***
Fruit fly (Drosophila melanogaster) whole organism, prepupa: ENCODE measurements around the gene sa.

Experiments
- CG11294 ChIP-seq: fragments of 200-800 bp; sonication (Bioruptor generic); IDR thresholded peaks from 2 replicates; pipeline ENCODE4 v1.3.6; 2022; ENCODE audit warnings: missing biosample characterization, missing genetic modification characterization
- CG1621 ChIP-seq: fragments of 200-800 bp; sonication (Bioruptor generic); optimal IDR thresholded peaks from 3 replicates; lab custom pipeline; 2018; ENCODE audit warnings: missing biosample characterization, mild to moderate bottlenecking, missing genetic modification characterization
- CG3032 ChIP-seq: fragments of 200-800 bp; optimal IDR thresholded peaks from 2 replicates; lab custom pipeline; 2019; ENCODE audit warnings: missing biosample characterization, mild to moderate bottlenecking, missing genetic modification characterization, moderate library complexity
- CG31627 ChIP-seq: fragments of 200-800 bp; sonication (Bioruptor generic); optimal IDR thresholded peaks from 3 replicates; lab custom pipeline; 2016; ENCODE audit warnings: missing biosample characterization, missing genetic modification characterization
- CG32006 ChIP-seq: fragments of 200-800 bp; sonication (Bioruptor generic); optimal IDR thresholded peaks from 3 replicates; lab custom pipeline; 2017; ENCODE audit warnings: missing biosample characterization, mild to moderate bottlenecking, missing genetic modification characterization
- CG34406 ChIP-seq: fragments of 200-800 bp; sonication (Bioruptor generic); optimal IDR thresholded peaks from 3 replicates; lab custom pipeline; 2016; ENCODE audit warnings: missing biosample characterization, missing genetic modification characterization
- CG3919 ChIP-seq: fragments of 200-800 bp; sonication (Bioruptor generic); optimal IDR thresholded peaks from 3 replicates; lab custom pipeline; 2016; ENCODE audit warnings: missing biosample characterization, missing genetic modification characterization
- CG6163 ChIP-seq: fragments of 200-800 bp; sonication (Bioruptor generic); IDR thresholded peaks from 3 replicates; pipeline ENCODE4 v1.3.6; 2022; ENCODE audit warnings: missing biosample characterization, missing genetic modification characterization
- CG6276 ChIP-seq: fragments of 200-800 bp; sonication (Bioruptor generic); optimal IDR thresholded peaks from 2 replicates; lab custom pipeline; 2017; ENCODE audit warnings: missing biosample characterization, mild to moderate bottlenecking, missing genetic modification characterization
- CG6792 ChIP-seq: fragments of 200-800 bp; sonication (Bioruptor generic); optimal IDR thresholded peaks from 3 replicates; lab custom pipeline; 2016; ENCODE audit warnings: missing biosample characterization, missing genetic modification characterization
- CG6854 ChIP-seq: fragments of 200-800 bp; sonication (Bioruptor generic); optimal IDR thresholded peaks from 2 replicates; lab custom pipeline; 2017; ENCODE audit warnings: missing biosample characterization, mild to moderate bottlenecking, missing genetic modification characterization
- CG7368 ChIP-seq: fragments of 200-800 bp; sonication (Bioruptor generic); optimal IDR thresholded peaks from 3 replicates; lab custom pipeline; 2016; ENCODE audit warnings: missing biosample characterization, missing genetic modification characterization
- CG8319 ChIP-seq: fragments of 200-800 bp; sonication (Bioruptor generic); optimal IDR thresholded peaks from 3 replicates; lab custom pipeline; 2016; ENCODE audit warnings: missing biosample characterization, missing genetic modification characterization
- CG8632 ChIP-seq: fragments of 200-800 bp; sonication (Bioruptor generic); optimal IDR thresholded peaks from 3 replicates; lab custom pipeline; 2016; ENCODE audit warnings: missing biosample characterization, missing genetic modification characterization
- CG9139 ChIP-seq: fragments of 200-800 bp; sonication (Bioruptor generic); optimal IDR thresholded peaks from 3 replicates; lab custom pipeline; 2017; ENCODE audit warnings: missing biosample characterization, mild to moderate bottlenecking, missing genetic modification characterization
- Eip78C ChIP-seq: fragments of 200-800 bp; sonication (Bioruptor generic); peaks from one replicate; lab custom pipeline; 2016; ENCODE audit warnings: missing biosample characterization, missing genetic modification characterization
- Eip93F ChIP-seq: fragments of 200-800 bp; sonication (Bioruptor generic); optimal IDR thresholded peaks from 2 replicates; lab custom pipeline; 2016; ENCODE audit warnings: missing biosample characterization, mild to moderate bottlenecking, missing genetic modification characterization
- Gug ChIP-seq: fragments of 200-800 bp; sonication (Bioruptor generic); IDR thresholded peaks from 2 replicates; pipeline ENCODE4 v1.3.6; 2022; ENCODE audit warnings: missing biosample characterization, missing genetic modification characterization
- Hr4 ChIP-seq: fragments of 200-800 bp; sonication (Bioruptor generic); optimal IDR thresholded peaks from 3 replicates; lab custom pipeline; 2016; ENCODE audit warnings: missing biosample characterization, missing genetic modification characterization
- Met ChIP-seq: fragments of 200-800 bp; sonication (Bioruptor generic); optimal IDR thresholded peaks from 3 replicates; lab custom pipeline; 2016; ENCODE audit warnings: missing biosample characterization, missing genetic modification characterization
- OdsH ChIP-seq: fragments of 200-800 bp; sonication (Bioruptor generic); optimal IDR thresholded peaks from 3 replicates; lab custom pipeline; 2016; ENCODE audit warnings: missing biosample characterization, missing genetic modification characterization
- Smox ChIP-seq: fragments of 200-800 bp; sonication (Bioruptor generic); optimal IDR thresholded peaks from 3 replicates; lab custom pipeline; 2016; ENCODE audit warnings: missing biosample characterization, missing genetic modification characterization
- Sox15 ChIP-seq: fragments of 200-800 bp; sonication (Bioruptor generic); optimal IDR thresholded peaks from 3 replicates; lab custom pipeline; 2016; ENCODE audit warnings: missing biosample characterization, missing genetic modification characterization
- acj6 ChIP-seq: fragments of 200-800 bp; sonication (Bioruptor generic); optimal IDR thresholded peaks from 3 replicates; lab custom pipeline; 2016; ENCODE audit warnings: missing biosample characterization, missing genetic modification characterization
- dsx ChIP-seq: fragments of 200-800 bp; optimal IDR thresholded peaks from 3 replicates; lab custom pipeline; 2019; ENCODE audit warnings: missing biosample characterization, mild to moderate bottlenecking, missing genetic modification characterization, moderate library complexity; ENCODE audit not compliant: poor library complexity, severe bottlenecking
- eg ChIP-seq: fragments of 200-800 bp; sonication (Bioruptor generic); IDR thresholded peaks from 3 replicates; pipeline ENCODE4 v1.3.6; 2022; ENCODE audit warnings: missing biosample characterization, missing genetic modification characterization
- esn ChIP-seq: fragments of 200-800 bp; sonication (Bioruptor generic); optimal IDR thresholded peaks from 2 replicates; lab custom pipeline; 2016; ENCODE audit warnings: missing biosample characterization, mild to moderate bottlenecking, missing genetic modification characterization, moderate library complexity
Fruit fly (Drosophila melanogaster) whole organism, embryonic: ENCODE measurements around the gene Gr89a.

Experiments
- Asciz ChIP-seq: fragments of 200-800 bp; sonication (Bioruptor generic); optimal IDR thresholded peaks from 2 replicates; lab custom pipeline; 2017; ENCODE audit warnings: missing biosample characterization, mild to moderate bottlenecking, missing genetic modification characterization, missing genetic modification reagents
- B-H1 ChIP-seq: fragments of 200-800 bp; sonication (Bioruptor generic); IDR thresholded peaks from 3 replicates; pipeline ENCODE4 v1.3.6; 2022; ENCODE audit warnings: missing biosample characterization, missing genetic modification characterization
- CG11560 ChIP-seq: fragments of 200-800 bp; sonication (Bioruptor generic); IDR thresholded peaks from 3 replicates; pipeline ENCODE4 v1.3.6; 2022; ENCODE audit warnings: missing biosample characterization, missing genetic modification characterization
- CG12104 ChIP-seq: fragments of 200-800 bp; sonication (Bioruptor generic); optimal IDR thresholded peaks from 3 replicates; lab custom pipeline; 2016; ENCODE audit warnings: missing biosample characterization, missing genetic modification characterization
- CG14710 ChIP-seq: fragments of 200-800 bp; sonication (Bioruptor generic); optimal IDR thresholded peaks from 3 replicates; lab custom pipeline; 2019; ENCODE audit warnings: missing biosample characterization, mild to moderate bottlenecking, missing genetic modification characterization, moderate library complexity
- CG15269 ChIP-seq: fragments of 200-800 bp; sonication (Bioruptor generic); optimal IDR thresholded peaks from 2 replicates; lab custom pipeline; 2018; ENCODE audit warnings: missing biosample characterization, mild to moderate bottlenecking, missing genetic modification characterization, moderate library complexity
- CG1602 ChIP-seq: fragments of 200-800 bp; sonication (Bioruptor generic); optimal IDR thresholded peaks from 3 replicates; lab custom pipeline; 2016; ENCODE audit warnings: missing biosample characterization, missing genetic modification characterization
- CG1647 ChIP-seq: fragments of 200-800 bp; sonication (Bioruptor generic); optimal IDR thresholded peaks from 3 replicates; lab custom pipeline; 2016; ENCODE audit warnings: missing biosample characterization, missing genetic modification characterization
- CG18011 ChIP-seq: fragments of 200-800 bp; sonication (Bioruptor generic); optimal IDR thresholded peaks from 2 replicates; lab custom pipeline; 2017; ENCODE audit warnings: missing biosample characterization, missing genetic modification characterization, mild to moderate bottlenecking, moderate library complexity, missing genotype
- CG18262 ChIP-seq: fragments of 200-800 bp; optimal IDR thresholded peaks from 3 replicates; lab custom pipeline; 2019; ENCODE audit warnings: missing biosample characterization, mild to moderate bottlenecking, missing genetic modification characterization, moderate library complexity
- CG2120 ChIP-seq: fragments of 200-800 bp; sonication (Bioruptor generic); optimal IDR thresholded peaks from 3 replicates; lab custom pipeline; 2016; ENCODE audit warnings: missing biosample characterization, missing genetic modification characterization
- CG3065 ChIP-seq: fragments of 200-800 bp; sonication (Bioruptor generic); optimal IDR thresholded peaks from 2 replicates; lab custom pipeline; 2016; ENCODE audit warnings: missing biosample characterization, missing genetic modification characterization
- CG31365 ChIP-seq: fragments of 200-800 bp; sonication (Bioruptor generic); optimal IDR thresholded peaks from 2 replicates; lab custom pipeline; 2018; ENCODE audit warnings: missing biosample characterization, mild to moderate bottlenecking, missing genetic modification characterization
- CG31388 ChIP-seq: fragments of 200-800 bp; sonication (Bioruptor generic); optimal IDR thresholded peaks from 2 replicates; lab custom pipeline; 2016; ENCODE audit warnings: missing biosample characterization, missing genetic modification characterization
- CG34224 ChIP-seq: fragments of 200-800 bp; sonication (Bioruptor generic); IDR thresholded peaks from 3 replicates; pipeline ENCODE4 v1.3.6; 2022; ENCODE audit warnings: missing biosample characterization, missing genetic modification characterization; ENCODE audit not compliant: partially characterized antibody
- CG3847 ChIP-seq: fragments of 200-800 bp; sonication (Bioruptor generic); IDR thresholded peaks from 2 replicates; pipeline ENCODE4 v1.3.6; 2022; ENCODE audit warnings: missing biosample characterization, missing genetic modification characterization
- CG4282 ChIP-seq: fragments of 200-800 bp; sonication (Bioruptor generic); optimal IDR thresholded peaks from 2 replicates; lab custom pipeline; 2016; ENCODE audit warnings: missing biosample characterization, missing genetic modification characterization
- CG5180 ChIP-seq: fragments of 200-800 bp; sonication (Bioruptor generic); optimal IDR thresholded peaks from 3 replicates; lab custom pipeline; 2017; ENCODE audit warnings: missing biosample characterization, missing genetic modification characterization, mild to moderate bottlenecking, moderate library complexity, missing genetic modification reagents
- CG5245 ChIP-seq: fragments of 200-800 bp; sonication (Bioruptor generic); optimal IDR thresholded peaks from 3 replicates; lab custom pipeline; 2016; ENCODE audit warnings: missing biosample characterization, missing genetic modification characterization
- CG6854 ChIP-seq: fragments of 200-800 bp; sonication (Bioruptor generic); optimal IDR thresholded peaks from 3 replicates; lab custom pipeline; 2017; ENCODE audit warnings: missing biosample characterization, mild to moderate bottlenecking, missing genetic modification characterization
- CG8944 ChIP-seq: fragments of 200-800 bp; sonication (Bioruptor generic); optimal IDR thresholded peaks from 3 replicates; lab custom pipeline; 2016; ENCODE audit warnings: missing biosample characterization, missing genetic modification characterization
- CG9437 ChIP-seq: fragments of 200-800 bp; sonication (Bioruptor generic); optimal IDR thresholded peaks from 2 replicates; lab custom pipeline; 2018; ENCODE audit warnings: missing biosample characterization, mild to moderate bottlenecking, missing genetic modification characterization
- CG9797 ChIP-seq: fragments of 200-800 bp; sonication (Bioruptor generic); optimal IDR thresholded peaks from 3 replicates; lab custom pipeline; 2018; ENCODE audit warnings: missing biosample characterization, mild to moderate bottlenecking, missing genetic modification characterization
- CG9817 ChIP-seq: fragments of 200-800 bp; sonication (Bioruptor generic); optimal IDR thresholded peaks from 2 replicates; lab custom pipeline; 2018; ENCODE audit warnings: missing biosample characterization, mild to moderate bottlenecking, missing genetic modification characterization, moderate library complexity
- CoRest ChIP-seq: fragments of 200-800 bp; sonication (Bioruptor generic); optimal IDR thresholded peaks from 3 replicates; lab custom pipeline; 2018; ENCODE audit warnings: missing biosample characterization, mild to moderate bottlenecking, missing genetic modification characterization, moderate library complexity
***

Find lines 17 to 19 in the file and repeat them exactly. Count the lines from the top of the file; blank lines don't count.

- CG9139 ChIP-seq: fragments of 200-800 bp; sonication (Bioruptor generic); optimal IDR thresholded peaks from 3 replicates; lab custom pipeline; 2017; ENCODE audit warnings: missing biosample characterization, mild to moderate bottlenecking, missing genetic modification characterization
- Eip78C ChIP-seq: fragments of 200-800 bp; sonication (Bioruptor generic); peaks from one replicate; lab custom pipeline; 2016; ENCODE audit warnings: missing biosample characterization, missing genetic modification characterization
- Eip93F ChIP-seq: fragments of 200-800 bp; sonication (Bioruptor generic); optimal IDR thresholded peaks from 2 replicates; lab custom pipeline; 2016; ENCODE audit warnings: missing biosample characterization, mild to moderate bottlenecking, missing genetic modification characterization